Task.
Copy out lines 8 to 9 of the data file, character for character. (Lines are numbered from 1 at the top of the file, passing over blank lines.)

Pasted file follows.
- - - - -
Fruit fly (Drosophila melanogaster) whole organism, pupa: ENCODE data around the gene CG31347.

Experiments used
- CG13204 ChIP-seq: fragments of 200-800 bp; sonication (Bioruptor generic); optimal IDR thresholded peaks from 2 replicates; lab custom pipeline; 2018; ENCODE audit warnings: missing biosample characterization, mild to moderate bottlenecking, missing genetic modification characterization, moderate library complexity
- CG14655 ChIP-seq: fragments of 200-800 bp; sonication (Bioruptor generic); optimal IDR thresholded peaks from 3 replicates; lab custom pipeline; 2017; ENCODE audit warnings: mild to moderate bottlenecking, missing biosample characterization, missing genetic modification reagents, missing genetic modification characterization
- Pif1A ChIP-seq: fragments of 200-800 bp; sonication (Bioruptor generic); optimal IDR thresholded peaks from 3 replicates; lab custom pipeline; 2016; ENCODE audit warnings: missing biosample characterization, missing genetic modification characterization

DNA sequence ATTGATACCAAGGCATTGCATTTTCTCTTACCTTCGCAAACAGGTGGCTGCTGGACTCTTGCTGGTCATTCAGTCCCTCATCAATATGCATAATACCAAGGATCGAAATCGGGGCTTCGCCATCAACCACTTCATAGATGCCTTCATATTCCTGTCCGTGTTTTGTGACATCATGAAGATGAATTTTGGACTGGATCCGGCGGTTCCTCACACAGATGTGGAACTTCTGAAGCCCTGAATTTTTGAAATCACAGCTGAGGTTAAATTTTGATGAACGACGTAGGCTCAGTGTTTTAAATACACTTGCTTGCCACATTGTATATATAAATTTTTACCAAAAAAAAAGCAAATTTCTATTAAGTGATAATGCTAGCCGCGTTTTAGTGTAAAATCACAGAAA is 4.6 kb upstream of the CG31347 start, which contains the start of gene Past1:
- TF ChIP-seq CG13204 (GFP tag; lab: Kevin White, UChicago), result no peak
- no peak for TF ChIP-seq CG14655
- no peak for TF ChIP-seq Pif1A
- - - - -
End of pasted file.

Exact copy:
- no peak for TF ChIP-seq CG14655
- no peak for TF ChIP-seq Pif1A